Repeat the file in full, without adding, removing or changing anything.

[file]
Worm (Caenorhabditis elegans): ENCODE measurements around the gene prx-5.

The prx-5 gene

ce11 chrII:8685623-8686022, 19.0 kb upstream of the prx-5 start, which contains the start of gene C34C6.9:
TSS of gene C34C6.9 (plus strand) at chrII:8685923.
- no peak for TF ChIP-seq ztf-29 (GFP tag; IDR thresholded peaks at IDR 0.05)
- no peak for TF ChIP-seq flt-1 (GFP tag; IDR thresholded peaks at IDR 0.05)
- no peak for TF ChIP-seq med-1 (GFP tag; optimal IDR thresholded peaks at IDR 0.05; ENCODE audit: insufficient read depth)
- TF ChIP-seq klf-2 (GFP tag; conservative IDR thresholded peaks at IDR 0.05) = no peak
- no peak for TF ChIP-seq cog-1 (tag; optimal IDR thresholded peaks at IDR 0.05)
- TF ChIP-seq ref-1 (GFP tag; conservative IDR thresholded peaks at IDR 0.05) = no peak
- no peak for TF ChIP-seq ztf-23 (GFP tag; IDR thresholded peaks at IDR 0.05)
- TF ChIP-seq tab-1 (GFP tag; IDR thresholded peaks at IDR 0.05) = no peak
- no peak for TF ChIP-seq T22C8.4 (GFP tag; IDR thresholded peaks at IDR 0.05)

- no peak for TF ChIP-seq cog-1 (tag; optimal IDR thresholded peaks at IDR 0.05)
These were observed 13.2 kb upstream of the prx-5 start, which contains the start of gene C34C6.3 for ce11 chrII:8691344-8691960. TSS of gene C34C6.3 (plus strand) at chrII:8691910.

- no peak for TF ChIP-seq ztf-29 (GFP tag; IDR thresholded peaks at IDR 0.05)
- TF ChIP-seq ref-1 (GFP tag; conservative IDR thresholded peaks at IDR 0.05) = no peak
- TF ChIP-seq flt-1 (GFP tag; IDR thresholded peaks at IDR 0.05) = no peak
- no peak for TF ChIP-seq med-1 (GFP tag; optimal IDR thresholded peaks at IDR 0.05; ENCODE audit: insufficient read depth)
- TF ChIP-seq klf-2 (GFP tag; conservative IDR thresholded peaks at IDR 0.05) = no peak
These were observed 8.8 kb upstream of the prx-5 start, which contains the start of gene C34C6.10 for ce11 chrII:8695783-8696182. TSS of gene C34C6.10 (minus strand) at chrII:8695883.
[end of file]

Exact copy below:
Worm (Caenorhabditis elegans): ENCODE measurements around the gene prx-5.

The prx-5 gene

ce11 chrII:8685623-8686022, 19.0 kb upstream of the prx-5 start, which contains the start of gene C34C6.9:
TSS of gene C34C6.9 (plus strand) at chrII:8685923.
- no peak for TF ChIP-seq ztf-29 (GFP tag; IDR thresholded peaks at IDR 0.05)
- no peak for TF ChIP-seq flt-1 (GFP tag; IDR thresholded peaks at IDR 0.05)
- no peak for TF ChIP-seq med-1 (GFP tag; optimal IDR thresholded peaks at IDR 0.05; ENCODE audit: insufficient read depth)
- TF ChIP-seq klf-2 (GFP tag; conservative IDR thresholded peaks at IDR 0.05) = no peak
- no peak for TF ChIP-seq cog-1 (tag; optimal IDR thresholded peaks at IDR 0.05)
- TF ChIP-seq ref-1 (GFP tag; conservative IDR thresholded peaks at IDR 0.05) = no peak
- no peak for TF ChIP-seq ztf-23 (GFP tag; IDR thresholded peaks at IDR 0.05)
- TF ChIP-seq tab-1 (GFP tag; IDR thresholded peaks at IDR 0.05) = no peak
- no peak for TF ChIP-seq T22C8.4 (GFP tag; IDR thresholded peaks at IDR 0.05)

- no peak for TF ChIP-seq cog-1 (tag; optimal IDR thresholded peaks at IDR 0.05)
These were observed 13.2 kb upstream of the prx-5 start, which contains the start of gene C34C6.3 for ce11 chrII:8691344-8691960. TSS of gene C34C6.3 (plus strand) at chrII:8691910.

- no peak for TF ChIP-seq ztf-29 (GFP tag; IDR thresholded peaks at IDR 0.05)
- TF ChIP-seq ref-1 (GFP tag; conservative IDR thresholded peaks at IDR 0.05) = no peak
- TF ChIP-seq flt-1 (GFP tag; IDR thresholded peaks at IDR 0.05) = no peak
- no peak for TF ChIP-seq med-1 (GFP tag; optimal IDR thresholded peaks at IDR 0.05; ENCODE audit: insufficient read depth)
- TF ChIP-seq klf-2 (GFP tag; conservative IDR thresholded peaks at IDR 0.05) = no peak
These were observed 8.8 kb upstream of the prx-5 start, which contains the start of gene C34C6.10 for ce11 chrII:8695783-8696182. TSS of gene C34C6.10 (minus strand) at chrII:8695883.